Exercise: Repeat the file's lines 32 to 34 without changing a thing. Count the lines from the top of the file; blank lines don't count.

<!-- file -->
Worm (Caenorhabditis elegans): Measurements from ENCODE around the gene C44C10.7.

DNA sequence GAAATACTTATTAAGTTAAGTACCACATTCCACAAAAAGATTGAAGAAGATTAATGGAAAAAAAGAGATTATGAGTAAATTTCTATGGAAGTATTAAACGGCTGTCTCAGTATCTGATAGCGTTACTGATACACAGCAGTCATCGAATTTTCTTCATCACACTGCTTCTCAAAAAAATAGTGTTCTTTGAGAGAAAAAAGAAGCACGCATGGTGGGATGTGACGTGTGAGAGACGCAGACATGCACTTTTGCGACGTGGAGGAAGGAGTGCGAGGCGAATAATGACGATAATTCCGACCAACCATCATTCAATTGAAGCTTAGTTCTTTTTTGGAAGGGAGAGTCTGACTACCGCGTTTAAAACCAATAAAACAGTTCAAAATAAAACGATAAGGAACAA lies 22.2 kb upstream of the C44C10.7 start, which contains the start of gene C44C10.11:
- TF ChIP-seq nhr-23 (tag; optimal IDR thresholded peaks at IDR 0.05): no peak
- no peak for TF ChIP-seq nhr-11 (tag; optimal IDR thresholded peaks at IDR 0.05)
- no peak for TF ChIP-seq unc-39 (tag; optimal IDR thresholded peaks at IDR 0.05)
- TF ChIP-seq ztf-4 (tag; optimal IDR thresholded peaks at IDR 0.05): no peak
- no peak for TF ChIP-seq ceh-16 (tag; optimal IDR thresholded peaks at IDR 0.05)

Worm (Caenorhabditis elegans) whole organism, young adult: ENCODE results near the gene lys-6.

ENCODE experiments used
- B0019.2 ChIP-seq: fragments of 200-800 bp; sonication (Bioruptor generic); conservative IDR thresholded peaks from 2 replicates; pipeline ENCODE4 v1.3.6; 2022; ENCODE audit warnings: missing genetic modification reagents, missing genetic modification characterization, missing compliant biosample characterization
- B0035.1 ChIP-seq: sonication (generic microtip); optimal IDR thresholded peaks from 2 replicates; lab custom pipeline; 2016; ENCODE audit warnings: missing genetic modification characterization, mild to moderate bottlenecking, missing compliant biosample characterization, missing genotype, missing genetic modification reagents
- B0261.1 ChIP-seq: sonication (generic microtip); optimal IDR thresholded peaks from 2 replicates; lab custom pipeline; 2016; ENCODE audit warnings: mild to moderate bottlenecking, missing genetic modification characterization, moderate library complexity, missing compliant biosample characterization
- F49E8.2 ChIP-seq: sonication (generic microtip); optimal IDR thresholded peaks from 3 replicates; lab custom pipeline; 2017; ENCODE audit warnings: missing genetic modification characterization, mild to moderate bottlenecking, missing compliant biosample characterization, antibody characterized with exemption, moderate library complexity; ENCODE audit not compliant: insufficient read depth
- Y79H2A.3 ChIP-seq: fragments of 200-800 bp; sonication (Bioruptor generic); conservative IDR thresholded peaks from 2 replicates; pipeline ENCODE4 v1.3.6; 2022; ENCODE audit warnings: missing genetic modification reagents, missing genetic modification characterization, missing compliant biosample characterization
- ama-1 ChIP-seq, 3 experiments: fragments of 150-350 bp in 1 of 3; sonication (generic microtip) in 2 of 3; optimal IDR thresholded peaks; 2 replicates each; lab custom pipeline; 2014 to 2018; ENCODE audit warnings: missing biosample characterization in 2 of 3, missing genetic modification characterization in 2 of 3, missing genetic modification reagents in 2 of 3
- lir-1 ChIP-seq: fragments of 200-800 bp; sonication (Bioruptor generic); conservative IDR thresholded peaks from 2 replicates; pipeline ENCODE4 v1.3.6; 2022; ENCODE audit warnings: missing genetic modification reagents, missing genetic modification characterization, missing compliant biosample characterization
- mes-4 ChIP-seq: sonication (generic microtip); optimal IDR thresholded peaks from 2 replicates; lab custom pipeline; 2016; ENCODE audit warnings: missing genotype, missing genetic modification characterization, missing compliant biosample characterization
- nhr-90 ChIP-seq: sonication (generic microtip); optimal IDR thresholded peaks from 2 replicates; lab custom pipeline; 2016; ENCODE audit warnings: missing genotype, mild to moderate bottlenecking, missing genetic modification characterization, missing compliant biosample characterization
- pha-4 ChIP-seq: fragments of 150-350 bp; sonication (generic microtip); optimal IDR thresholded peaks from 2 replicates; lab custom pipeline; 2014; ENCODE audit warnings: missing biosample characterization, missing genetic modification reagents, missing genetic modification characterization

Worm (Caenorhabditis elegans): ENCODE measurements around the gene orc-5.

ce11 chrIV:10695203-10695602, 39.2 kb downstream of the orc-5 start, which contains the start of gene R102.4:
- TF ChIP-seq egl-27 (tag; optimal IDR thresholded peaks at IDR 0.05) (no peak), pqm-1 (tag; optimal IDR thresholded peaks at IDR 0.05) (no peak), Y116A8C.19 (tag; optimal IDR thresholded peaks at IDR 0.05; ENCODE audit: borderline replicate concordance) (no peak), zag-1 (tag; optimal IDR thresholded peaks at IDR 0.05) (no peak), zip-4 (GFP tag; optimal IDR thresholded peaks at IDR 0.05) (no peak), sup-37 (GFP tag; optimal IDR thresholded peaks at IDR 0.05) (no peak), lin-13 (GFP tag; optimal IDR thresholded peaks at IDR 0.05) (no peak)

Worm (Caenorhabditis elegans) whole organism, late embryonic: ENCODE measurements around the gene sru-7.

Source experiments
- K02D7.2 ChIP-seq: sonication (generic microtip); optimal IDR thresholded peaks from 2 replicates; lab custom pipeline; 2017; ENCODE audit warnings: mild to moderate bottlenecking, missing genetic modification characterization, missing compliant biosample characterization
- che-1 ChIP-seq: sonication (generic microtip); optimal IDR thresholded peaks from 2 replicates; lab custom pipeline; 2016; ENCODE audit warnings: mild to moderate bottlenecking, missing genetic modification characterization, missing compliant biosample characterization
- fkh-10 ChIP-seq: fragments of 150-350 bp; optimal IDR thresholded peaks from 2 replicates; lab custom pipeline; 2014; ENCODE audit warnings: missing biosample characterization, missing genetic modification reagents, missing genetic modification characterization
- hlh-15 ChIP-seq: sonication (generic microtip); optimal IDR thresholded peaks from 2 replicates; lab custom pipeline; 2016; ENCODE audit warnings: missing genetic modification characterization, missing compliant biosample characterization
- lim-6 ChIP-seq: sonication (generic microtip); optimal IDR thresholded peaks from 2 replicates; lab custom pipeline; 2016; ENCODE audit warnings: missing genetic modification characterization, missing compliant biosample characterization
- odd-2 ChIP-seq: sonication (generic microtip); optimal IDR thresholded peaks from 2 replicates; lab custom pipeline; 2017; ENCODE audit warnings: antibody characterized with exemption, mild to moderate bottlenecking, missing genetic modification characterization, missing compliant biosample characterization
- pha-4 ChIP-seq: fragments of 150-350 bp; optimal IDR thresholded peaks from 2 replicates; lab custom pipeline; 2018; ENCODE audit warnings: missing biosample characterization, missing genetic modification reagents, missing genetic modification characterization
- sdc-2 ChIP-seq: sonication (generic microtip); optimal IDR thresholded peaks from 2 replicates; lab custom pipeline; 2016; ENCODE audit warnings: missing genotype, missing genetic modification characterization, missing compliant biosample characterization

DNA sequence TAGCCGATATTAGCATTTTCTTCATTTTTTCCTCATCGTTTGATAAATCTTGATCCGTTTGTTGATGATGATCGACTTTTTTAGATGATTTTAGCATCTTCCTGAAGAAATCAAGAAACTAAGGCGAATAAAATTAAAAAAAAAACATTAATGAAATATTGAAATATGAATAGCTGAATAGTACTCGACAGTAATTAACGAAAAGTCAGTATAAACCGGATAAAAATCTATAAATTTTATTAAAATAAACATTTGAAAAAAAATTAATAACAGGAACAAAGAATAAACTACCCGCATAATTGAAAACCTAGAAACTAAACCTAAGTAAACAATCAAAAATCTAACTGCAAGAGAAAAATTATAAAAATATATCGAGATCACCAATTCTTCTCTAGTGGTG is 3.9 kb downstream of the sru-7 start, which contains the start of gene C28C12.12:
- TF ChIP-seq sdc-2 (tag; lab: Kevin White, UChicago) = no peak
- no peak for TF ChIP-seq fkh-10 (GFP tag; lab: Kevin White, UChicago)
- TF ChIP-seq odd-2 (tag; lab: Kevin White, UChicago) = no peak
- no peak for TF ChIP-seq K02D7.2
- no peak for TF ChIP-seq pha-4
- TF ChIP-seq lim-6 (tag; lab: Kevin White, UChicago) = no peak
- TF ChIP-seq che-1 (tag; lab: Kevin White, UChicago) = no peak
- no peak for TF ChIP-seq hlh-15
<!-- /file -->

- sdc-2 ChIP-seq: sonication (generic microtip); optimal IDR thresholded peaks from 2 replicates; lab custom pipeline; 2016; ENCODE audit warnings: missing genotype, missing genetic modification characterization, missing compliant biosample characterization

DNA sequence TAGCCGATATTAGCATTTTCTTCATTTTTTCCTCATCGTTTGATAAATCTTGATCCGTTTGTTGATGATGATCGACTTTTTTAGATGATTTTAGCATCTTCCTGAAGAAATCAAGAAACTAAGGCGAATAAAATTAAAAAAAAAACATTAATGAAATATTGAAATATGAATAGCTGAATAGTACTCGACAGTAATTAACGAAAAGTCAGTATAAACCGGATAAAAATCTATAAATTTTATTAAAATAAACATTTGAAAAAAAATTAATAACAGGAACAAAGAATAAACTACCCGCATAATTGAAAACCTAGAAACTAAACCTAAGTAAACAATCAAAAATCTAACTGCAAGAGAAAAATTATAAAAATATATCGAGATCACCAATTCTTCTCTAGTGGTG is 3.9 kb downstream of the sru-7 start, which contains the start of gene C28C12.12:
- TF ChIP-seq sdc-2 (tag; lab: Kevin White, UChicago) = no peak